Fracking and the Election
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Early this year my colleague Shane Goldmacher and I met a group of Western Pennsylvania trade union leaders at an Italian restaurant outside of Pittsburgh to talk about fracking. They were all longtime Democrats, but they told us they were worried the party would choose a candidate who would attack the natural gas industry that provides livelihood for them and for thousands of people in Pennsylvania.
I caught up with the group again last week by phone and found most are now rallying behind Joseph R. Biden Jr.
President Trump has repeatedly and falsely accused the former vice president of planning to ban fracking. Many of the union leaders and members I spoke with said they take Mr. Biden at his word that he will protect fracking — and by extension the natural gas industry — even as he pursues a $2 trillion climate change plan.
“He wants it done properly. I don’t believe he wants to end fracking,” said Thomas Melcher, business manager of the Pittsburgh Regional Building Trades Council, referring to Mr. Biden.
“We need to continue fracking to continue on with our gas lines. You take that away and you’re taking hundreds of thousands of jobs, and I don’t believe he wants to do that. He wants to create jobs,” Mr. Melcher said.
For climate activists, however, the goal of eliminating fracking is explicitly intertwined with phasing out natural gas. Reaching a goal of net-zero emissions before 2050, many activists say, is incompatible with new fossil fuel development of any type.
For now, climate activists and union leaders are finding a common cause in their effort to oust President Trump. And Mr. Biden seems to be appeasing both sides. He vowed, after pressure from liberal activists, to bar fossil fuel leaders from his transition team should he be elected, while also repeatedly assuring unions that he won’t ban fracking.
But both sides are likely to keep the pressure on if Mr. Biden wins the White House.
Jim Harding, a steamfitter for 30 years in Allegheny County told me, “I think we have his ear. If not, he’ll hear from us, believe me.”
Clean up your Halloween
Halloween is going to look a bit different this year because of the pandemic, but there could be a green lining: an opportunity to develop a more sustainable outlook on a typically high-waste holiday.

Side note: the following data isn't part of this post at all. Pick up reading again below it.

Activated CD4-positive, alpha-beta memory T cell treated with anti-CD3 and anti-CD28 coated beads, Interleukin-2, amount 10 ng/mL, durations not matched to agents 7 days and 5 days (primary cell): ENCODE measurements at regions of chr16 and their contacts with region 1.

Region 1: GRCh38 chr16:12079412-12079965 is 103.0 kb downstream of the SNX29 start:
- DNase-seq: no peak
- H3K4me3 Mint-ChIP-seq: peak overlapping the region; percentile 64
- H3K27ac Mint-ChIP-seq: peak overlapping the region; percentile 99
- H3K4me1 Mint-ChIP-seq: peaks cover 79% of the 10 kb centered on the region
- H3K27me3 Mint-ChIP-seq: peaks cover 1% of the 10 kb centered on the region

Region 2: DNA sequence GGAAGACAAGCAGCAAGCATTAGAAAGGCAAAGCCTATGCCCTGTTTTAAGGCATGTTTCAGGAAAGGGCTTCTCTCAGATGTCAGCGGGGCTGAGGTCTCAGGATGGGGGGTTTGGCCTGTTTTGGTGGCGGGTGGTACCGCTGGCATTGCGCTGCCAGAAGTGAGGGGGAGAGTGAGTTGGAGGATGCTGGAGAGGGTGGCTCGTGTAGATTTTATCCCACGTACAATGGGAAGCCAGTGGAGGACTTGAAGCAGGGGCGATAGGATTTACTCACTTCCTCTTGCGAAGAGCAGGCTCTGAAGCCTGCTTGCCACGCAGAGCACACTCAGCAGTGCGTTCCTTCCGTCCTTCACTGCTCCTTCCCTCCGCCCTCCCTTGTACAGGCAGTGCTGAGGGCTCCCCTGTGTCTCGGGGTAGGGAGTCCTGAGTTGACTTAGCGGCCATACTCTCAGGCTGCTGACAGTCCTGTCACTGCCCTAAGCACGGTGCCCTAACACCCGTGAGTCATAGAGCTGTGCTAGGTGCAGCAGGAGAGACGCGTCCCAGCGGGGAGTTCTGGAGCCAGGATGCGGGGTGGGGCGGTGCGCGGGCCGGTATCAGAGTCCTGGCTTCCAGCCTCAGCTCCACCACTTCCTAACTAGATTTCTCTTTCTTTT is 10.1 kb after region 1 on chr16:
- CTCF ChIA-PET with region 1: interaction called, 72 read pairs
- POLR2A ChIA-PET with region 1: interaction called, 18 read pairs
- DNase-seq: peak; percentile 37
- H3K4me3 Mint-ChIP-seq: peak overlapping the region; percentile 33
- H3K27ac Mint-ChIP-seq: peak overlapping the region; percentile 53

Need an example? Consider pumpkins. American farmers produced more than a billion pounds of them in 2018, according to the Department of Agriculture. Much of that total ends up decomposing in landfills and emitting methane, a particularly potent greenhouse gas.
“The biggest issue with a lot of these holidays is that they’re extraordinarily wasteful,” said Amanda Cattermole, who runs a consulting firm that advocates for better chemical and sustainability management in supply chains.
Candy is another culprit. Last year, an estimated $2.6 billion worth of Halloween candy was sold in the United States. Some of those sweet treats, like the ones that contain palm oil, are particularly detrimental to the earth because of their link to deforestation. Then, there’s the problem of packaging. Many recycling centers don’t accept foil or plastic wrappers with food waste, so the tend to end up landfills with all those decomposing jack-o’-lanterns.
This year, by the way, Halloween chocolate and candy sales are up 13 percent over the year before, according to the National Confectioners Association.
Costumes and decorations are also an area of environmental concern. Since most people wear costumes only once or twice, the ones purchased from stores are typically designed with cheap materials. According to Ms. Cattermole, those materials are often among the worst for the planet, often going through hefty chemical processes during production. “There are so many steps involved and we just use more and more chemicals and wash them off with more and more water,” she said.
The good news is, there are some easy shifts you can make to clean up your Halloween, according to Katherine White, a professor at the University of British Columbia who studies sustainability.
The first is to set reasonable limits on how much stuff you acquire and, when possible, use household items you already have on hand instead. For example, skip the plastic treat-or-treating bucket and use a pillowcase.
“If you’re buying some junky decoration that you’re going to use once and it’s going to go in the trash, do you really need it?” she said.
Costume swaps are a growing part of the circular clothing economy worth exploring, Dr. White added. Costume rentals are also available in some cities.
If you’re celebrating with just family and friends this year, you could also try making your own treats, sans the single-use plastic. The New York Times Cooking site has suggestions for Halloween recipes.
And, coming back to those pumpkins: Consider shopping local. And, if you can afford it, buy organic pumpkins that haven’t been grown with pesticides. When the Halloween party is over, try composting. Here’s a guide to home composting from our Climate Team colleague Hiroko Tabuchi.
The changes forced upon people during Halloween this year could actually open the door to adopting new habits, as the normal rules do not apply. At least one study has shown that big life changes can create the perfect mood to adopt other new lifestyles.
“If you’re making a bigger change, you’re not stuck in these old ways anymore,” Dr. White said.
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